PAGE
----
In their system, outlined in their Davis Prize proposal, “Officeholders have the ability to create a profile, comment and publicly respond to community issues which fosters a direct link with registered voters to make legislative decisions that accurately reflect the views of their constituents.” Organizations and officeholders can visibly endorse and promote trending issues to express support.

Babar and Sareini also plan to develop an algorithm to parse a multitude of online articles and cross-reference the “credible” information to educating users on both sides of trending conflicts to avoid some of the misinformation, bias and hate speech that plagues social media.

They are not going into the project blind. The students have already honed their online organizing skills working on a 2020 independent political campaign for Palmer Smith, the youngest mayoral candidate in Chesapeake’s history. Though Smith did not win office, Sareini said efforts get out the vote, particularly young voters, were very educational.

“This effort to gain youth support successfully skyrocketed civic engagement in the least politically involved age range and created a framework that allowed young voters to stay involved for future political events,” he said. “It is from these invaluable experiences that we aim to develop a software solution to create unity in today’s politics.”

Babar and Sareini founded Sabres Media LLC, a software development company specializing in the development of mobile applications on Android and iOS.

Dana M. Elzey, an associate professor in the Department of Engineering and Society is familiar with both students through the Rodman Schols program, which he directs. Babar was named a Rodman Scholar as an incoming student and Sareini joined in fall 2020 following a mid-year selection process.

“Both are incredibly entrepreneurial, self-directed and hard-working as students,” Elzey said. “I enjoyed working with them in the first-year ‘Introduction to Engineering Design’ courses for Rodmans. I found their ideas for application of blockchain structures to improving the honesty and integrity of political campaigns to be original and insightful.”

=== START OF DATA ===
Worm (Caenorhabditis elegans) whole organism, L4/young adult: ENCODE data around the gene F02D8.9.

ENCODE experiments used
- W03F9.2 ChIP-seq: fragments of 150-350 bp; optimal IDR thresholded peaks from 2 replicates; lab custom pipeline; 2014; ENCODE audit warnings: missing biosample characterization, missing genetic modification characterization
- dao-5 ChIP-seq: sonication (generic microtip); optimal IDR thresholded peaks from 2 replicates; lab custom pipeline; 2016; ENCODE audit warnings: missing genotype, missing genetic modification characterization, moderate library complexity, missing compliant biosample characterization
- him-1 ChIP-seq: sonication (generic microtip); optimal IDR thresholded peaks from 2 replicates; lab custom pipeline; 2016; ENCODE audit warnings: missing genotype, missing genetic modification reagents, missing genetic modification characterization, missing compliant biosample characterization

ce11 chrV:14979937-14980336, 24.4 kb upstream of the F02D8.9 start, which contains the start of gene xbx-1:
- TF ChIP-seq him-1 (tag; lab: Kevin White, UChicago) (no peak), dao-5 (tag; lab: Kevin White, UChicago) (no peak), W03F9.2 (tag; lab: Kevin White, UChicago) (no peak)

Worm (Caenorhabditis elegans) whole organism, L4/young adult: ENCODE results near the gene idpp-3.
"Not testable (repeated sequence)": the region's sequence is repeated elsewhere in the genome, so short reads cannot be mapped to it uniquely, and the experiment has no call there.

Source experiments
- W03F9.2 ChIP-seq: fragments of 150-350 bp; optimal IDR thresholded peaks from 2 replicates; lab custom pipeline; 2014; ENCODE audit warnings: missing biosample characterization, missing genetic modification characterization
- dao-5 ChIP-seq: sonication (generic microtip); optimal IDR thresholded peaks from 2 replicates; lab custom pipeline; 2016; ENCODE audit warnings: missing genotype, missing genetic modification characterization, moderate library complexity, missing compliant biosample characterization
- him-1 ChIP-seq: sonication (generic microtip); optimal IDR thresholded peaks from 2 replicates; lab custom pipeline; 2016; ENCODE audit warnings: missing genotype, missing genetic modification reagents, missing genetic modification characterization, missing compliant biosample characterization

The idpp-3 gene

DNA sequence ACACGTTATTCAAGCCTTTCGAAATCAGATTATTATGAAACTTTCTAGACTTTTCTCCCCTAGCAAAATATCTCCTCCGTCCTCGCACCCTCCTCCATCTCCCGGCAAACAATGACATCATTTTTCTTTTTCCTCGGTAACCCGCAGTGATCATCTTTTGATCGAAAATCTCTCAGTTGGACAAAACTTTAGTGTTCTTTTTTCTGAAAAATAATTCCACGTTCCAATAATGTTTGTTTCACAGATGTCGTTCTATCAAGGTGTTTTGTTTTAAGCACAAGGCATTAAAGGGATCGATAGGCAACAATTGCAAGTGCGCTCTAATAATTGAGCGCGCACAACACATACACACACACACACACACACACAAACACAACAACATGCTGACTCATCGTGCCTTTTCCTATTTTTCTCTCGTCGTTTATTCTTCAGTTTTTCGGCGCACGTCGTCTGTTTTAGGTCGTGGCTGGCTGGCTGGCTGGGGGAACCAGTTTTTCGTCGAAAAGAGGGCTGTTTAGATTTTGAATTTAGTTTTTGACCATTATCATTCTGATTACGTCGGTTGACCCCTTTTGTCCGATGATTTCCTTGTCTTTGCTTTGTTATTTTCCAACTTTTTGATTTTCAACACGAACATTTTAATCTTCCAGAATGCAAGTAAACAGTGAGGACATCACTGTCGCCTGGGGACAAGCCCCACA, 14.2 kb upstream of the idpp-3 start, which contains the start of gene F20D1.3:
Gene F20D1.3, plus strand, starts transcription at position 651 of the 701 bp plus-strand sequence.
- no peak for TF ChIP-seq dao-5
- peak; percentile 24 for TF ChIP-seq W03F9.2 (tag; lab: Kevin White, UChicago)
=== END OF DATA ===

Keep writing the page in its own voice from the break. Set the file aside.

Matthew Henderson, a lecturer in the department of Engineering and Society, is impressed with the duo.

“Ali and Amayr are chasing tough problems in engineering,” he said. “It’s encouraging to see two bright, creative young engineers exploring the spaces between the technical and the political. And they’ve positioned themselves uniquely to create novel solutions that combine their own technology development expertise and their experience with grassroots political action. They’re both great examples of how a broader understanding of the work engineers can do in the world makes visible all of the profound opportunities to generate positive change.”

Babar is a director of technology at Hoohacks, a 24-hour virtual hackathon. As technology committee chair, he is responsible for ensuring that software needs of UVA’s collegiate hackathon are developed and functional for all participants at the event. As tech-marketing liaison, he facilitated a bridge between the technology and marketing teams to create and manage newsletters on the MailChimp platform. He is a member of the Muslim Institute for Leadership and Empowerment.

Ali Sareini is a member of Google’s Student Developer Clubs, participating in many hands-on workshops to learn how to create cross-platform mobile applications. He participated in HooHacks, developing a finance application that cancels unused subscriptions and invests the saved funds in curated stock portfolios or cryptocurrencies. He is a member of the Rodman Scholars Council and is developing a seminar class in the process of creating applications and publishing on both the AppStore and Play Store.